The EGA version’s puzzles are almost identical, and indeed the underlying structure of the game is beat-for-beat, with only a few key differences. For example, there is no copy protection in the EGA version, and the “two bits of info you need to write down” aren’t randomly generated, so if you miss them, a walkthrough will suffice. A bigger issue is the increased likelihood of missing inventory items. Given the limited graphics, many things that are so easy to find in the remake are literally invisible in the original, and can only be located by looking at the room and noting the details you’re given in the text. At some point in SQ1, Roger must play a slot machine. In the VGA version, the slot machine only looks like a minigame, and it’s actually a puzzle to be solved and moved past. In the EGA version, however, it’s every bit a minigame, and a rather tedious one at that. The conceit of the slot machine is that it has very good odds, but once in a while it just up and kills you, so Save/Restore tactics, while normally discouraged by Sierra minigames, are literally the only way to proceed in this case.
While the VGA version may take it easier on you with the slot machine, there will be plenty of other opportunities to restore your game throughout. Deaths are constant and varied, and even the innocent act of wondering what’s in a crevice could end up with Roger’s gruesome demise. The entire first section of the game is a timed sequence, with a helpful 15:00 counter in the corner of the screen letting you know exactly when the Arcada is going to self-destruct with all hands onboard. While you’re rushing about trying to find a way to avoid becoming one with the universe, if at any time you’re told “You hear footsteps” you’ll need a place to hide, and quickly, or a Sarien blaster will cut right through you. In the original, there’s no visible timer telling you the Arcada’s going to self-destruct—it just happens.
By 1991, Sierra must have learned how irritated some adventure gamers get by an arcade sequence, because the VGA version asks you straight up after you acquire your sand-skimmer vehicle if you want to steer it yourself or just skip to the end. If you choose to proceed, you’ll have to pilot the skimmer along the bottom of the screen, avoiding the rocks coming towards you (or, actually, you’re going towards them, but no matter). Small rocks damage you (you’ve got 5 HP total), and large rocks knock you off completely. If you have infinite patience and terrible reflexes, you can turn down the speed in the Options menu, but your skimmer will be slower as well, so you still need to get a good head start to avoid a rock. In the EGA version, you can’t skip the skimmer game, and it’s almost impossible on anything but the slowest speed.
Every scene in the VGA version is nicely detailed and pleasing to the eye (especially if that eye first discovered adventure games in the VGA period of the early 90s like mine did). Backgrounds, particularly aboard spaceships, are full of interesting details. One room on the Arcada is decorated with a giant mouse and joystick, while the Droids ‘B Us tent in Ulence Flats is selling a disassembled Ultron (from Marvel Comics) among other famous ‘bots. The music is pleasant (if forgettable), and there’s a sweet ding! sound whenever you do something right and are awarded points. The EGA version’s graphics are understandably poor, technically speaking, but they’re not artistically proficient either. Whereas the remake has a giant monster skeleton for Roger to explore, in the original it’s just regular ol’ cliffs. There’s also very little music, as sound cards weren’t even available in 1986, though there are some PC speaker beeps and boops.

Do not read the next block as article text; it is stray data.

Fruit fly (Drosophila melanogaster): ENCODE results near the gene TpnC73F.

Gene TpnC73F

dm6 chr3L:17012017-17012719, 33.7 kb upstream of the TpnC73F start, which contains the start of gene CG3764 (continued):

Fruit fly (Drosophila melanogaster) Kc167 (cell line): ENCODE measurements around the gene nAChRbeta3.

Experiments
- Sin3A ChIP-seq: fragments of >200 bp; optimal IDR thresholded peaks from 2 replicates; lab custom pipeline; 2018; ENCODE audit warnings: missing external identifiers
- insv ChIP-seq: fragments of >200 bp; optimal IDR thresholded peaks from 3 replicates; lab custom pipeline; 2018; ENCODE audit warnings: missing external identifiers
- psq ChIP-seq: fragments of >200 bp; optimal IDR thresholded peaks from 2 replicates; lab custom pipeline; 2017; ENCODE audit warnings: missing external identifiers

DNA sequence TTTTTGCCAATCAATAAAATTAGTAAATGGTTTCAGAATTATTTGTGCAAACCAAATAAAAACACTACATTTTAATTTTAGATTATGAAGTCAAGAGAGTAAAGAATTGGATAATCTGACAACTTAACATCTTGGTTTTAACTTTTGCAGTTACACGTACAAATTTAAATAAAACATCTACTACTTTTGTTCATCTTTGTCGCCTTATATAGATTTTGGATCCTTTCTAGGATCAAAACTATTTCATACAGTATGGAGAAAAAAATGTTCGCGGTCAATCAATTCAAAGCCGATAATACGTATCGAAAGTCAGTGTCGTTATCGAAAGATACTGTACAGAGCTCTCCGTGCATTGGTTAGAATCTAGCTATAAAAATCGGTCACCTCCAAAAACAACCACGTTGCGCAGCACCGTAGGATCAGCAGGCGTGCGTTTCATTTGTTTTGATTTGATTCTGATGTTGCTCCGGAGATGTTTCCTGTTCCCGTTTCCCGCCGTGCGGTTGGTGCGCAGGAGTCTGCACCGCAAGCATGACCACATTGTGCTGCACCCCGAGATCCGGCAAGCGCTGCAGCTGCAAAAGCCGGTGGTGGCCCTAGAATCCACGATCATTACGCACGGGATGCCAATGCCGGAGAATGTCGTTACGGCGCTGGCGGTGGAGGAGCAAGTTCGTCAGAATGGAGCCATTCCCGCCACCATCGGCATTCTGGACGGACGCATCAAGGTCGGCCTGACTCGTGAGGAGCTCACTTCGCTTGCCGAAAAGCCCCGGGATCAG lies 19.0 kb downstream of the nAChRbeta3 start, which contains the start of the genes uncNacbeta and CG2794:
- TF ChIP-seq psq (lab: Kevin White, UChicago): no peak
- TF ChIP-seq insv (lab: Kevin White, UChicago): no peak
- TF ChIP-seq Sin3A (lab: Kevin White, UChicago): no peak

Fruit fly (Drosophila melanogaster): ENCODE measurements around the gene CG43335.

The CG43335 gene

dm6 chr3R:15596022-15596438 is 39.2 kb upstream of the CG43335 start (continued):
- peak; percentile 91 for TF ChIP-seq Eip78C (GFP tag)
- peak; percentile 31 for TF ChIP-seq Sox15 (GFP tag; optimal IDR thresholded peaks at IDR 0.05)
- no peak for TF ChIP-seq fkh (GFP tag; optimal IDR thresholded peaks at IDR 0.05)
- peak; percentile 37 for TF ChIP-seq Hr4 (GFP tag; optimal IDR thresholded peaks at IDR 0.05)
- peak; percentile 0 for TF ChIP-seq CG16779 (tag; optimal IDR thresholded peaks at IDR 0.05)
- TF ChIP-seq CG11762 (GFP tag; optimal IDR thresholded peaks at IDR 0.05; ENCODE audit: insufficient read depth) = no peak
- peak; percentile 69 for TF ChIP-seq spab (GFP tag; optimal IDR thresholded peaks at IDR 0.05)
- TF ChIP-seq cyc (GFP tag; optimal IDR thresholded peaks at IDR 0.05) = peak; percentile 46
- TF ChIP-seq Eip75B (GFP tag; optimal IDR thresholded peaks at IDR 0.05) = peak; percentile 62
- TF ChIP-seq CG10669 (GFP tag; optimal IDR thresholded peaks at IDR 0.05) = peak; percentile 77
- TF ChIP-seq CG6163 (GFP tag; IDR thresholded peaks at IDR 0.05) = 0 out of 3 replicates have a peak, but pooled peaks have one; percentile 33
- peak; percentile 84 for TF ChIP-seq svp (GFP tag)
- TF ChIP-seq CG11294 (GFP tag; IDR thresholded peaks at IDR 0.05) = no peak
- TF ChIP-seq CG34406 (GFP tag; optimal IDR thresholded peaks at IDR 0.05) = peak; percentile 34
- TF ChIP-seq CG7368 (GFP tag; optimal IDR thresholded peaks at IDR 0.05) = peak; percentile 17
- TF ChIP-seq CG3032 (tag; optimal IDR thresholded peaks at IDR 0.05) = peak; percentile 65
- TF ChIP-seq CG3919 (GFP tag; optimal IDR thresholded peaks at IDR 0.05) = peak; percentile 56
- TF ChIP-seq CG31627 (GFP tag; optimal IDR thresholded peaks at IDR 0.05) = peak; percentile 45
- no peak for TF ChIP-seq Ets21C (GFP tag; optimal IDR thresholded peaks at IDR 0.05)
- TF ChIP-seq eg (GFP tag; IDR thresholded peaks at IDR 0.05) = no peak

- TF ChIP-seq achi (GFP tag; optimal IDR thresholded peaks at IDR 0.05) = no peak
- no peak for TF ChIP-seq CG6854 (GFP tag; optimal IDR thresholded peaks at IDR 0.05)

The Space Quest series is best known for its humor, and while SQ1 is not necessarily a joke-a-minute laugh riot, the overall tone of the game is light and whimsical. This is especially true when it comes to the deaths. Every classic Sierra adventure contains a seemingly infinite number of ways to kill yourself, and SQ1 is no exception, but the designers felt that if you had to die, it should be part of the fun, not a detractor from it. One particularly funny VGA death brings up the programmers themselves (in their alter egos: the Two Guys From Andromeda) to comment over an instant replay and explain exactly where you went wrong. The EGA version, while still humorous, is significantly blander than the remake. While much of the script is word-for-word the same, a lot of it was clearly punched up later, especially the environment descriptions and the deaths.
While I doubt a generation of youngsters went into janitorial service after playing this game, it’s easy to see why the franchise took off and became one of Sierra’s biggest hits. An experienced adventure gamer will breeze through Space Quest I in about 3-4 hours, adding maybe an hour or two for the EGA version, since it’s so much harder to see what you’re trying to do. From a (relatively) objective standpoint, SQ1 is too easy, too short, and the story and characters are barely fleshed out at all, but it contains enough charm and fun to make those flaws easy to brush aside. Through sheer force of personality, the game draws you into its spell and compels you to keep going, even after your head’s been dissolved or you’ve been crumpled up into a basketball and dribbled. So pick up that mop, cadet, it’s time to clean up the universe.